In Short

Steve Jobs introduced the MacBook Air in 2008 by pulling it from a manila envelope, to demonstrate its extraordinary thinness. Since then, it's gotten even thinner, lighter and more powerful. What's more, the price has dropped.

The MacBook Air is Apple's smallest and lightest laptop. It comes in two sizes - 11 and 13 inches. Updated in March of 2015, the MacBook Air sports a 1.6 GHz dual core Intel Core i5 processor. The 11 inch model can work without recharging for up to nine hours at a stretch, while the 13 inch model can go an amazing 12 hours without needing to be plugged in.

Other features include Intel HD 6000 graphics, 4 GB RAM and 128 GB storage capacity, along with 802.11ac Wi-Fi, Bluetooth 4.0, Thunderbolt 2 and two USB 3.0 ports. The 13 inch model also sports an SDXC card slot for easy photo and video transfer.

Despite the diminutive size and relatively low-speed CPU, the MacBook Air works lightning fast, thanks in part to its reliance on PCIe-based flash storage instead of a traditional hard drive. Indeed, the MacBook Air was the first Mac laptop to offer SSD storage.

Even though the base models offer fairly modest amounts of memory and storage, you can configure to order the MacBook Air with a faster CPU and up to 8 GB of RAM and 512 GB of flash storage, making it a versatile workstation for the Mac road warrior.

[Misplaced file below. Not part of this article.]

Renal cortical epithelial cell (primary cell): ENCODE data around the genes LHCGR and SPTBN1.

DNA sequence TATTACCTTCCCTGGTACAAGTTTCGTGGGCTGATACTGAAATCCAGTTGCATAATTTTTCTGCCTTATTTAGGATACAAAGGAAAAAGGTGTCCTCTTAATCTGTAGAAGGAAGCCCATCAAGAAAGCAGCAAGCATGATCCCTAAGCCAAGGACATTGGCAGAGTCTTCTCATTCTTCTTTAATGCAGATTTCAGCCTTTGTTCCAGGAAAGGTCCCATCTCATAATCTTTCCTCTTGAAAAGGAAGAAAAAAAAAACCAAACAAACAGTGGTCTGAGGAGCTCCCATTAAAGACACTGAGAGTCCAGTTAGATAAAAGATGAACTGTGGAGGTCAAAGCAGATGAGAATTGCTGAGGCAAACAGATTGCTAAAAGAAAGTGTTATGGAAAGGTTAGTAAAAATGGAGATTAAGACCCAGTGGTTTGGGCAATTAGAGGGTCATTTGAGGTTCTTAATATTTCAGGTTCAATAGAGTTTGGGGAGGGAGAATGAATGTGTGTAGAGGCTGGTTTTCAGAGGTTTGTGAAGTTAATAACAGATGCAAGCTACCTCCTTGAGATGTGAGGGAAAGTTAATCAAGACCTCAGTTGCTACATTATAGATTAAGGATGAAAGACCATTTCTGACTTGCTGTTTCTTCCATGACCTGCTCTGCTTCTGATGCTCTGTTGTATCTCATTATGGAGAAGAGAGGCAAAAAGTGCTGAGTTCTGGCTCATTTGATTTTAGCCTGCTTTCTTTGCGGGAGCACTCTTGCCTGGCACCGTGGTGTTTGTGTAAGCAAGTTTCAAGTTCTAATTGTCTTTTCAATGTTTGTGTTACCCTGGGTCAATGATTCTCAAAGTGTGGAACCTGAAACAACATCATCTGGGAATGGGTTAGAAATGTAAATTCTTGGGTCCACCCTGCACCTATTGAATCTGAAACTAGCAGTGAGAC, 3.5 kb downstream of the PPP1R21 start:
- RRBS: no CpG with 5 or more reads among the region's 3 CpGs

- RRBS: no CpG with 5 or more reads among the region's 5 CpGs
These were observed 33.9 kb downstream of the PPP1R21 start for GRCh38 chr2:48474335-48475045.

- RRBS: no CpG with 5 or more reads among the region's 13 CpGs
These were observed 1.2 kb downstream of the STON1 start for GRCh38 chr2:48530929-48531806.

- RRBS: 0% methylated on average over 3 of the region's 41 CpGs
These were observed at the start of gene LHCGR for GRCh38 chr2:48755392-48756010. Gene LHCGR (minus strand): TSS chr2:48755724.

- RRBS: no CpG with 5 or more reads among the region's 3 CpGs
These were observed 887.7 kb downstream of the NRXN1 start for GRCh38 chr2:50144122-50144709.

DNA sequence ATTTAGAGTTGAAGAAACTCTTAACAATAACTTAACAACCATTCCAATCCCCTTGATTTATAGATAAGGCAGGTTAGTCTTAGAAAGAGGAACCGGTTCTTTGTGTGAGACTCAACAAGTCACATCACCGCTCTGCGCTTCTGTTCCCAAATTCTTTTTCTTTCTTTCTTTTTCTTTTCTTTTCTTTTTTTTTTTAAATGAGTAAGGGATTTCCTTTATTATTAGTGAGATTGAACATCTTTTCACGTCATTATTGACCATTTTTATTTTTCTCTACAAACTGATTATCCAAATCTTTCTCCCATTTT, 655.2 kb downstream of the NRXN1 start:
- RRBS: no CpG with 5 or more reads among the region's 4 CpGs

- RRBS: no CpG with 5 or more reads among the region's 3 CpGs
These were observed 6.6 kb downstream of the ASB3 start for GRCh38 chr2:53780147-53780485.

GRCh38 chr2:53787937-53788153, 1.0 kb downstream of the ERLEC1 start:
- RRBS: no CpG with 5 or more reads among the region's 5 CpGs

Just because it's Apple's littlest laptop, the MacBook Air doesn't skimp on features, and this is certainly no lame netbook-style computer. Its trackpad and backlit keyboard as the same size as you'd find on any other Mac laptop, and it comes with the same standard suite of software as every other Mac, enabling it to go toe-to-toe with any other Mac in terms of features and functionality.

The MacBook Air has long been the choice of Mac-buying consumers who value portability and light weight above all else, and Apple has set the standard that the rest of the industry follows when it comes to making a lightweight, powerful computer that works well.